“Guilt’s strength lies not in the failure of others to grant us forgiveness, but in our failure to forgive ourselves.” — Kelseyleigh Reber 

Nobody’s perfect. We learn from a young age that everyone makes mistakes. And most of us have had to forgive someone who’s hurt us, whether it was a betrayal of trust, harsh words spoken in anger, or an act of spite or disrespect. And yet, forgiving ourselves for our missteps can seem like a tougher task. Why?

The Golden Rule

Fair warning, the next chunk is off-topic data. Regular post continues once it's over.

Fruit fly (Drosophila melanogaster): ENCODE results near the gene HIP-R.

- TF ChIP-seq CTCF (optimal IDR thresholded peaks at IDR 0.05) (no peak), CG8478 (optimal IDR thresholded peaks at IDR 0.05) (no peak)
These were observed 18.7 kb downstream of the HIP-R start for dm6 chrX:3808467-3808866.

Forgiveness is a gift we give ourselves, even as we provide grace to those who hurt us. Letting go of the bitterness, disappointment and pain allows us to move on, to loosen the hold the betrayal has on us. But when we are the guilty party, we may engage in severe self-shaming and -recriminations. Rarely do we afford ourselves the same leeway we do for others. Maybe we believe continuing to persecute ourselves will ensure we don’t screw up again. Maybe we inflate the damage we’ve caused, imagining that our failings will have unending repercussions. But we fail to recognize that, in holding ourselves to a standard higher than we may others, we are assigning our actions an inflated influence on our world. Humility means owning that both our successes and our failures are on par with others’; we don’t “fall” harder from our mistakes than do our counterparts, nor do we “soar” higher when we reach our goals. If we believe that no one person’s worth outweighs another’s, we need to treat ourselves as equal in every way, whether that’s celebrating our achievements or forgiving our transgressions.